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Interferon alpha inhibits spinal cord synaptic and nociceptive transmission via neuronal-glial interactions

View Article: PubMed Central - PubMed

ABSTRACT

It is well known that interferons (IFNs), such as type-I IFN (IFN-α) and type-II IFN (IFN-γ) are produced by immune cells to elicit antiviral effects. IFNs are also produced by glial cells in the CNS to regulate brain functions. As a proinflammatory cytokine, IFN-γ drives neuropathic pain by inducing microglial activation in the spinal cord. However, little is known about the role of IFN-α in regulating pain sensitivity and synaptic transmission. Strikingly, we found that IFN-α/β receptor (type-I IFN receptor) was expressed by primary afferent terminals in the superficial dorsal horn that co-expressed the neuropeptide CGRP. In the spinal cord IFN-α was primarily expressed by astrocytes. Perfusion of spinal cord slices with IFN-α suppressed excitatory synaptic transmission by reducing the frequency of spontaneous excitatory postsynaptic current (sEPSCs). IFN-α also inhibited nociceptive transmission by reducing capsaicin-induced internalization of NK-1 and phosphorylation of extracellular signal-regulated kinase (ERK) in superficial dorsal horn neurons. Finally, spinal (intrathecal) administration of IFN-α reduced inflammatory pain and increased pain threshold in naïve rats, whereas removal of endogenous IFN-α by a neutralizing antibody induced hyperalgesia. Our findings suggest a new form of neuronal-glial interaction by which IFN-α, produced by astrocytes, inhibits nociceptive transmission in the spinal cord.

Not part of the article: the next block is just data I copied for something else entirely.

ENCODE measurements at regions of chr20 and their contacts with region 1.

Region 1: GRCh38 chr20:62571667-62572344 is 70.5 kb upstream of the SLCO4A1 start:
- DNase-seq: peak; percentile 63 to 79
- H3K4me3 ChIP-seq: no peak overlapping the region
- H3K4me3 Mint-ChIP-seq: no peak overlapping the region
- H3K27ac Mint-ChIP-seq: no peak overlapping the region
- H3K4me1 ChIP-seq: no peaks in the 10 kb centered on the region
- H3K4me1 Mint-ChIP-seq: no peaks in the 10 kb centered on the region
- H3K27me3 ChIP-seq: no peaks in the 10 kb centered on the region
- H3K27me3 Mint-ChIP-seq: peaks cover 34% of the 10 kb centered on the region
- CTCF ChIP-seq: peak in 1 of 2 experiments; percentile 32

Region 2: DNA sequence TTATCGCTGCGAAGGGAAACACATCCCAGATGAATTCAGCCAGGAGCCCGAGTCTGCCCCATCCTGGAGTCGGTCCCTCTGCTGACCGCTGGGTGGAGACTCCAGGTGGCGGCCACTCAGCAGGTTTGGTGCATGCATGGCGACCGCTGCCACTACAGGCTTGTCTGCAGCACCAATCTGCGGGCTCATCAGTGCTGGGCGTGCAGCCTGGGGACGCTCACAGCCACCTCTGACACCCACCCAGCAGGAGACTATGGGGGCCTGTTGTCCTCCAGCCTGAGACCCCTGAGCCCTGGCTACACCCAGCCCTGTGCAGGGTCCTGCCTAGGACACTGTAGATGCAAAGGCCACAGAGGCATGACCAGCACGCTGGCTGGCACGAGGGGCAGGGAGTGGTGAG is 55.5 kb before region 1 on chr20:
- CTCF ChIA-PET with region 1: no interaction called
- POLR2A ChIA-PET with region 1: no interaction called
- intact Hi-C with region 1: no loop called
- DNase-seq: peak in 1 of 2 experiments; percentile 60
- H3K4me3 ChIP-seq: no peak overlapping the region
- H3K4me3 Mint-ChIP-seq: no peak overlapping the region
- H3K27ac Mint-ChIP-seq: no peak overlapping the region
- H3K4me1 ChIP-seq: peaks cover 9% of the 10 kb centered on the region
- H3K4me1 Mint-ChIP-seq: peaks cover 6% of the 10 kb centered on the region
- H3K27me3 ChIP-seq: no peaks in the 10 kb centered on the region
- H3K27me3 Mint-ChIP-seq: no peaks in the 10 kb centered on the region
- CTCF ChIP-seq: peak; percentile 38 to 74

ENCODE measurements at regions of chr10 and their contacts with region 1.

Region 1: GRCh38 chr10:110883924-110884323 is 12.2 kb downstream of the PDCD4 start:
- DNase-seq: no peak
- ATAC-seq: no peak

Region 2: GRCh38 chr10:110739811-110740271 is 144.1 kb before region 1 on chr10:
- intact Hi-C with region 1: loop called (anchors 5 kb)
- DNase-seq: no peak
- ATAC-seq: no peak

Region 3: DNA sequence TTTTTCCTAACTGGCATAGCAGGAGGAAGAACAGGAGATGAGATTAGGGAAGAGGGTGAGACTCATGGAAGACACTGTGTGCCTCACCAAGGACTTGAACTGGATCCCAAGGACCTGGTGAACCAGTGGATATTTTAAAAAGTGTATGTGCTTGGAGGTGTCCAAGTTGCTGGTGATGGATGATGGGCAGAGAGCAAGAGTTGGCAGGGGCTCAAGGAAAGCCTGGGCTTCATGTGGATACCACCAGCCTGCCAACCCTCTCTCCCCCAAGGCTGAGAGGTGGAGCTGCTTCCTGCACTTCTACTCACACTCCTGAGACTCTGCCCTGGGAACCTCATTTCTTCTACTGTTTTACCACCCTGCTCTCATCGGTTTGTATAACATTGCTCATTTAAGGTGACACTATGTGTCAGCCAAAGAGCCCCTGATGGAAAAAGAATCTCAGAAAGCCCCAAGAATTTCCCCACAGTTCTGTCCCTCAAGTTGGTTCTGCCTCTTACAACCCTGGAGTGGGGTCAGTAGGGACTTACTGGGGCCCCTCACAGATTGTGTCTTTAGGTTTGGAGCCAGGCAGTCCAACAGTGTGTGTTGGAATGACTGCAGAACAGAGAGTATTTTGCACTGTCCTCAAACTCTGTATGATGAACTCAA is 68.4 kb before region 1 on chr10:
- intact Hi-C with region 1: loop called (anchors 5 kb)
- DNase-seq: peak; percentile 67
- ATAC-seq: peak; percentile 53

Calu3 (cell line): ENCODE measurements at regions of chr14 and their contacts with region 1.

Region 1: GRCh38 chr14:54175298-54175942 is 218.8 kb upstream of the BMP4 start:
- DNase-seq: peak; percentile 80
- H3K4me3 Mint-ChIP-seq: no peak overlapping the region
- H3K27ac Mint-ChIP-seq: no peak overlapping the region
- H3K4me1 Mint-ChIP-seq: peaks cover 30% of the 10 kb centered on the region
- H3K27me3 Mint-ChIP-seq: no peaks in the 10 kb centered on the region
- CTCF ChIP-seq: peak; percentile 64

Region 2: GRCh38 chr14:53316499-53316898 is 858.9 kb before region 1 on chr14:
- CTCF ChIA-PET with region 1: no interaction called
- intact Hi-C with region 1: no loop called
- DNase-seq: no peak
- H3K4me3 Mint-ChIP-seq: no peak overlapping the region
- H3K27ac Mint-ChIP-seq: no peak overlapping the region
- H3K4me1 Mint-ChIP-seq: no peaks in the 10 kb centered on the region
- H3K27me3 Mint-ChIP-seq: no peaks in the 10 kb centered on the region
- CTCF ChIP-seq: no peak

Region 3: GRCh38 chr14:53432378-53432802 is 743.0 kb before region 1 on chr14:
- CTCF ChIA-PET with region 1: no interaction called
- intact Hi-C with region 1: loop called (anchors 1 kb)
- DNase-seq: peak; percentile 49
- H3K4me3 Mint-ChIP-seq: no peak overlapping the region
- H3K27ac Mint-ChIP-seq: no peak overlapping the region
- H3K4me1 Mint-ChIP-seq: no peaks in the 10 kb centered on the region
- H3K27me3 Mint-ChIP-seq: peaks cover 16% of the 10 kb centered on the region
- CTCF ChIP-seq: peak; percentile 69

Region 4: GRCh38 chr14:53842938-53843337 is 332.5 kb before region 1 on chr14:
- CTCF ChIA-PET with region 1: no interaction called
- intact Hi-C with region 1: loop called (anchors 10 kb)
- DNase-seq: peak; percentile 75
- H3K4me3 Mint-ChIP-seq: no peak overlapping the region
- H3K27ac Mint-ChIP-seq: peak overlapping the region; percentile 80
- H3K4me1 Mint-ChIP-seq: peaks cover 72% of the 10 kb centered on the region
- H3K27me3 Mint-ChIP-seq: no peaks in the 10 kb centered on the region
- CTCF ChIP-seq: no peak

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IFN-α expression in cultured astrocytes.(A–D) Triple staining of IFN-α (A), GFAP (B), and nucleus marker DAPI (C) in astrocytes. D is the merge of A-C. Scales, 30 μm. (E,F) High magnification image showing triple staining of IFN-α (E), GFAP, and DAPI (F). E is a single staining panel and F is the merge of all 3 images. Arrows indicate IFN-α-labeled vesicles in remote astrocyte processes. Scales, 10 μm.
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f6: IFN-α expression in cultured astrocytes.(A–D) Triple staining of IFN-α (A), GFAP (B), and nucleus marker DAPI (C) in astrocytes. D is the merge of A-C. Scales, 30 μm. (E,F) High magnification image showing triple staining of IFN-α (E), GFAP, and DAPI (F). E is a single staining panel and F is the merge of all 3 images. Arrows indicate IFN-α-labeled vesicles in remote astrocyte processes. Scales, 10 μm.

Mentions: Next, we examined IFN-α expression in primary cultures of astrocytes. Immunocytochemistry showed marked IFN-α expression in astrocytes (Fig. 6A). We used the nuclei marker DAPI to stain cells in the cultures, and our data indicated that almost all cells (DAPI+) in cultures expressed GFAP, suggesting that our astrocyte cultures were not contaminated by other cell types (Fig. 6B–D). We found that all IFN-α-positive cells expressed GFAP. Interestingly, IFN-α was observed in vesicles of cytoplasm and remote processes of astrocytes (Fig. 6E,F).